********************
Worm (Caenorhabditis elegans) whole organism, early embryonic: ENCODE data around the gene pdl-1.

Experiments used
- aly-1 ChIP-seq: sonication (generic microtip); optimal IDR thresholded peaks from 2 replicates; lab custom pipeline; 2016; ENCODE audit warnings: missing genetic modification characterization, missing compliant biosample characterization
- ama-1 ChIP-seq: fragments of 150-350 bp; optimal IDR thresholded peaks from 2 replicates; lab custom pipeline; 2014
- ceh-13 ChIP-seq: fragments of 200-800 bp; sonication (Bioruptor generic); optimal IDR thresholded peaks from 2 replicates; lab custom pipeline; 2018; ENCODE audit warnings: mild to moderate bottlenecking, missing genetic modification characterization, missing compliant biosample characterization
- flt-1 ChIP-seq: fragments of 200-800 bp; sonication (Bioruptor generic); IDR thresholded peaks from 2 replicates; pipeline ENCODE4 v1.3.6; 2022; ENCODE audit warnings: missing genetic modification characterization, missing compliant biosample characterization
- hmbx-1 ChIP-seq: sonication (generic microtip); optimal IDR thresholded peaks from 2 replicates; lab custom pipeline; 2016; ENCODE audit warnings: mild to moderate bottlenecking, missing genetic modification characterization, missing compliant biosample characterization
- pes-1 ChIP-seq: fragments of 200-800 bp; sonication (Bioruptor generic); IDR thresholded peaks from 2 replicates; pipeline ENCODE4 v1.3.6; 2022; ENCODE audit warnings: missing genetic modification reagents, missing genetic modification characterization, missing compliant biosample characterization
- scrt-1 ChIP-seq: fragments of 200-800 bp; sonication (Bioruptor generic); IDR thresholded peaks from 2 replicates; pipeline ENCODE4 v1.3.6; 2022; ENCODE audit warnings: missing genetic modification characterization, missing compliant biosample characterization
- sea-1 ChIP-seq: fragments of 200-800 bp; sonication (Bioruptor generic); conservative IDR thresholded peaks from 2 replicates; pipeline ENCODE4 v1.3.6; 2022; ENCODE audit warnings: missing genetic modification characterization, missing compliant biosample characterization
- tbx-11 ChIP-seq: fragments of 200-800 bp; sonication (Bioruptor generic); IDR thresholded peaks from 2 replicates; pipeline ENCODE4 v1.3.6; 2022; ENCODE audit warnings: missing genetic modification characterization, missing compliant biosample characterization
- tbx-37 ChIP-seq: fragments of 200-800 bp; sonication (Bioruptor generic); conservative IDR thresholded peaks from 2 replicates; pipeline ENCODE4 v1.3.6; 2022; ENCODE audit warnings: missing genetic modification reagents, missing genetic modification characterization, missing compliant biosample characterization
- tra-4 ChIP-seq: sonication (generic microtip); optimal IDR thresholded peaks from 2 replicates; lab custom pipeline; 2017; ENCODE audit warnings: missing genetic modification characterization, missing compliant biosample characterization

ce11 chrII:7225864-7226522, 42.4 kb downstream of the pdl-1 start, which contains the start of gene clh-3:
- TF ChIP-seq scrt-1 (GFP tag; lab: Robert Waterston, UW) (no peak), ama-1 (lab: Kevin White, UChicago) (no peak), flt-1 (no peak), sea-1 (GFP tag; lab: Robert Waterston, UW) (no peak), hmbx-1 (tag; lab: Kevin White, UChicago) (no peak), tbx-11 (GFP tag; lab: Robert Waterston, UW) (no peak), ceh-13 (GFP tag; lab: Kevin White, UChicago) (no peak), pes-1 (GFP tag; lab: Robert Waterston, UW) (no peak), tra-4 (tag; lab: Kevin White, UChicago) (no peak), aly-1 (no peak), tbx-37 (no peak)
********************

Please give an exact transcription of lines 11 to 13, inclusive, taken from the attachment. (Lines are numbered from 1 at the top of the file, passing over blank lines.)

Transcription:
- tbx-11 ChIP-seq: fragments of 200-800 bp; sonication (Bioruptor generic); IDR thresholded peaks from 2 replicates; pipeline ENCODE4 v1.3.6; 2022; ENCODE audit warnings: missing genetic modification characterization, missing compliant biosample characterization
- tbx-37 ChIP-seq: fragments of 200-800 bp; sonication (Bioruptor generic); conservative IDR thresholded peaks from 2 replicates; pipeline ENCODE4 v1.3.6; 2022; ENCODE audit warnings: missing genetic modification reagents, missing genetic modification characterization, missing compliant biosample characterization
- tra-4 ChIP-seq: sonication (generic microtip); optimal IDR thresholded peaks from 2 replicates; lab custom pipeline; 2017; ENCODE audit warnings: missing genetic modification characterization, missing compliant biosample characterization